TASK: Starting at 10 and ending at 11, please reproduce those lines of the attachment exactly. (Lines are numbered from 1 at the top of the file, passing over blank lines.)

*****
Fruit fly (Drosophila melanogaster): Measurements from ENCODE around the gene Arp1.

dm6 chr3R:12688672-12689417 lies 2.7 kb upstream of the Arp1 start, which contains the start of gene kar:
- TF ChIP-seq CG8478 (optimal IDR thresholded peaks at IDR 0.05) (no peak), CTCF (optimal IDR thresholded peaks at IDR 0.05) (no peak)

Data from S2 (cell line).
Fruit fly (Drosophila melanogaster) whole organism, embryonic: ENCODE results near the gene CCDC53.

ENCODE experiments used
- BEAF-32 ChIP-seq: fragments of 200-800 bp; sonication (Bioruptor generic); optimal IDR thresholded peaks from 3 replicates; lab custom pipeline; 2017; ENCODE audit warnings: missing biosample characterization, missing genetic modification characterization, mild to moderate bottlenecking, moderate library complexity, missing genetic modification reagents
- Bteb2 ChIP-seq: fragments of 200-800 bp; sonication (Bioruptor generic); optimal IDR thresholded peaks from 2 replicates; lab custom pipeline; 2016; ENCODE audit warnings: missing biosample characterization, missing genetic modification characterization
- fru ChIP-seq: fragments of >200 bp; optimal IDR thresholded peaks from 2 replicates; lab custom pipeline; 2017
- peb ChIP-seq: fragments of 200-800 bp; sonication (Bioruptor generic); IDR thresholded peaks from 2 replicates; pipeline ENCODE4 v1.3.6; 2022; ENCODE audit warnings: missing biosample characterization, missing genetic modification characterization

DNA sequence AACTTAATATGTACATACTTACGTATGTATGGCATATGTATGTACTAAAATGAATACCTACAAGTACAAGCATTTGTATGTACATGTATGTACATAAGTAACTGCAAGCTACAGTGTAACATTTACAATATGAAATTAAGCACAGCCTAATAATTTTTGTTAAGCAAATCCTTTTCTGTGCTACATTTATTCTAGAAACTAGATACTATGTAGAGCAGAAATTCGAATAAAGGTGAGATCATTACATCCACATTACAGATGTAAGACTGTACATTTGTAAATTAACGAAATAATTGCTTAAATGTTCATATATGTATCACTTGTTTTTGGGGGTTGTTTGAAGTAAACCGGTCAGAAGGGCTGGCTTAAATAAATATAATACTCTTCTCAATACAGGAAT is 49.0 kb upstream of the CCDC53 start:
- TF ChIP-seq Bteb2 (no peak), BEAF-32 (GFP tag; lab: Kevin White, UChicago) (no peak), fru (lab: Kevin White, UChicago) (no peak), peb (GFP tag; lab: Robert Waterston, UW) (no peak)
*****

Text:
- peb ChIP-seq: fragments of 200-800 bp; sonication (Bioruptor generic); IDR thresholded peaks from 2 replicates; pipeline ENCODE4 v1.3.6; 2022; ENCODE audit warnings: missing biosample characterization, missing genetic modification characterization

DNA sequence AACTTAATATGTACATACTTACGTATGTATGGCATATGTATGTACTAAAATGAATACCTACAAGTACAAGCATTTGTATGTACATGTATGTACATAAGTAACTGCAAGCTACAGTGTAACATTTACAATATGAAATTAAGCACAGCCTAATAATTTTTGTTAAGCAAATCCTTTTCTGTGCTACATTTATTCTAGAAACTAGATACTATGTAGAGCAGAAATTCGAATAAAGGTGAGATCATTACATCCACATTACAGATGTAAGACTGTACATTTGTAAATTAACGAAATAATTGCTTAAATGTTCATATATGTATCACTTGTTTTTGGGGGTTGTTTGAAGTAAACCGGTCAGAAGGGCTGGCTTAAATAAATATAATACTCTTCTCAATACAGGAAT is 49.0 kb upstream of the CCDC53 start: